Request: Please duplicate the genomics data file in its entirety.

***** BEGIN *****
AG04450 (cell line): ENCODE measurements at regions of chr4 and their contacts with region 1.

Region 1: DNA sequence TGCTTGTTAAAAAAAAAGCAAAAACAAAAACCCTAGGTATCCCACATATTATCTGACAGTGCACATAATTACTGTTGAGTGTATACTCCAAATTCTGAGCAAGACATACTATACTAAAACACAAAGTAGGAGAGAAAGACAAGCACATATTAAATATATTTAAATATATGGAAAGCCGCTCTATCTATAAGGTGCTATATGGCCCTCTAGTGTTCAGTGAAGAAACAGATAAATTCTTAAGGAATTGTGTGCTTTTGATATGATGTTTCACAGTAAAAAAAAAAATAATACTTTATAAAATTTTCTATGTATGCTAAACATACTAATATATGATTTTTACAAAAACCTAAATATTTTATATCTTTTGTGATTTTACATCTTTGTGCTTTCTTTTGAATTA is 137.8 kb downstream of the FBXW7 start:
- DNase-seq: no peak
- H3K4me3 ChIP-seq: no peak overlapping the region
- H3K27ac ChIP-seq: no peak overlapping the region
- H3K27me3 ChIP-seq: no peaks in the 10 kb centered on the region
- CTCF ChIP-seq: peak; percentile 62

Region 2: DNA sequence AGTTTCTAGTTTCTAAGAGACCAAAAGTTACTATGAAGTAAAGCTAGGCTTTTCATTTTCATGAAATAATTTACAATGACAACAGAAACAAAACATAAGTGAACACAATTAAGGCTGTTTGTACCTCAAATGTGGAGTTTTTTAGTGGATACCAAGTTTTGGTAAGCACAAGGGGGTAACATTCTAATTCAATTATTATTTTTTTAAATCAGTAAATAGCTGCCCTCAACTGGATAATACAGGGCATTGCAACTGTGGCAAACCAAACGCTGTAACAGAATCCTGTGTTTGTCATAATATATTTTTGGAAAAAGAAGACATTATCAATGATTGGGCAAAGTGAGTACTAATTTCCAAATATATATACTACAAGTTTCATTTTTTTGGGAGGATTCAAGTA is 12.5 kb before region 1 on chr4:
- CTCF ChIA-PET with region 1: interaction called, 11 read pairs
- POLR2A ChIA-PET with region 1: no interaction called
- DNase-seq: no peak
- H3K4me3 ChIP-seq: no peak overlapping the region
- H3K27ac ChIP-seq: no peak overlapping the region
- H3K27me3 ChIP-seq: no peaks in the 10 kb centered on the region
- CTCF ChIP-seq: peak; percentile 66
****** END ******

AG04450 (cell line): ENCODE measurements at regions of chr4 and their contacts with region 1.

Region 1: DNA sequence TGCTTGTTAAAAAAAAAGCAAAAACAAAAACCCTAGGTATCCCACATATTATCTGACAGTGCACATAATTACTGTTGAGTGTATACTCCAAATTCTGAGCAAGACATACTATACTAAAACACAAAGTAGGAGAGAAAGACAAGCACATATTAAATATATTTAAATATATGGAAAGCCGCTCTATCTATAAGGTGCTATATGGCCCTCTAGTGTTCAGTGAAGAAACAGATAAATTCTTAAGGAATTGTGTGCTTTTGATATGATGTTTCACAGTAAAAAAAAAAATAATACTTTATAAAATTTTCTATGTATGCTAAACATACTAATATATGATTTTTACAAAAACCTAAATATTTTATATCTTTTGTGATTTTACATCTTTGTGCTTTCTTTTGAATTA is 137.8 kb downstream of the FBXW7 start:
- DNase-seq: no peak
- H3K4me3 ChIP-seq: no peak overlapping the region
- H3K27ac ChIP-seq: no peak overlapping the region
- H3K27me3 ChIP-seq: no peaks in the 10 kb centered on the region
- CTCF ChIP-seq: peak; percentile 62

Region 2: DNA sequence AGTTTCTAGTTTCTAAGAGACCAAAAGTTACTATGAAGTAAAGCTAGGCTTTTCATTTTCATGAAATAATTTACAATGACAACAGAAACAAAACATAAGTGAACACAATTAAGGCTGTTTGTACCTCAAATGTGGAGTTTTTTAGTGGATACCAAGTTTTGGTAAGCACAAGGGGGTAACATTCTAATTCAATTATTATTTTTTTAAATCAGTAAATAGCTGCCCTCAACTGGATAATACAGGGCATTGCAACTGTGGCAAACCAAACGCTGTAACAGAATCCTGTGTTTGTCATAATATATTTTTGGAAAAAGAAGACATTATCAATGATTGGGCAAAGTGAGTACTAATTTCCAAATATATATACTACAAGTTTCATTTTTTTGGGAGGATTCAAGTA is 12.5 kb before region 1 on chr4:
- CTCF ChIA-PET with region 1: interaction called, 11 read pairs
- POLR2A ChIA-PET with region 1: no interaction called
- DNase-seq: no peak
- H3K4me3 ChIP-seq: no peak overlapping the region
- H3K27ac ChIP-seq: no peak overlapping the region
- H3K27me3 ChIP-seq: no peaks in the 10 kb centered on the region
- CTCF ChIP-seq: peak; percentile 66